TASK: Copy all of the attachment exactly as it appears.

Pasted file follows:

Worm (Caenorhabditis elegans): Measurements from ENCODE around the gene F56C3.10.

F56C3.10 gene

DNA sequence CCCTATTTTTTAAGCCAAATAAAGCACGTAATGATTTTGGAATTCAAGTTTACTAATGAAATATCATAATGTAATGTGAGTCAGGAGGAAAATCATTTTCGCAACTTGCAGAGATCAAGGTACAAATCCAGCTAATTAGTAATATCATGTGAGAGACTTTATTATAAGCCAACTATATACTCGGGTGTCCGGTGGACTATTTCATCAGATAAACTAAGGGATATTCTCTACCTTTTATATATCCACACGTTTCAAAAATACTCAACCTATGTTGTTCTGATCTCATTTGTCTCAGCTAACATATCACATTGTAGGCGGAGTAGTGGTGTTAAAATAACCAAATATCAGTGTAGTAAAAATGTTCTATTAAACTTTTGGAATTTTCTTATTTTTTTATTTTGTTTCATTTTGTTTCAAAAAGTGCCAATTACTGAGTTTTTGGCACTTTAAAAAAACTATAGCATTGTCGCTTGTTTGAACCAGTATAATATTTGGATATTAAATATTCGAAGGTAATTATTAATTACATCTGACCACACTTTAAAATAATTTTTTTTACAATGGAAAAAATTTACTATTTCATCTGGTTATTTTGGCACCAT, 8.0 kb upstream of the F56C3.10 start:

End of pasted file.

Worm (Caenorhabditis elegans): Measurements from ENCODE around the gene F56C3.10.

F56C3.10 gene

DNA sequence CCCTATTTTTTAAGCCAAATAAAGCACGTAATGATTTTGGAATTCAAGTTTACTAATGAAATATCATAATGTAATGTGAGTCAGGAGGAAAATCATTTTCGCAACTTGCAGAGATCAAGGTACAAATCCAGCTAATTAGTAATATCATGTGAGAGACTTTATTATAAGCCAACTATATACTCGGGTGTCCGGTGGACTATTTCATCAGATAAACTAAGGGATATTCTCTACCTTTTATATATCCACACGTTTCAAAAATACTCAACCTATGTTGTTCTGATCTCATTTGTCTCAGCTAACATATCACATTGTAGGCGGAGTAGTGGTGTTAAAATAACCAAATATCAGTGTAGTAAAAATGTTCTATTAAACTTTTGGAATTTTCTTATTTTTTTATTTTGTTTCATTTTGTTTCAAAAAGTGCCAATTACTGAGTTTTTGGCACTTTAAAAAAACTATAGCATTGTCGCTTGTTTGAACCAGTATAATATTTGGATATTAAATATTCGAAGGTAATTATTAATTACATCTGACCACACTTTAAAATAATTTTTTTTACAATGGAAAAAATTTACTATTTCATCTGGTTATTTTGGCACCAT, 8.0 kb upstream of the F56C3.10 start: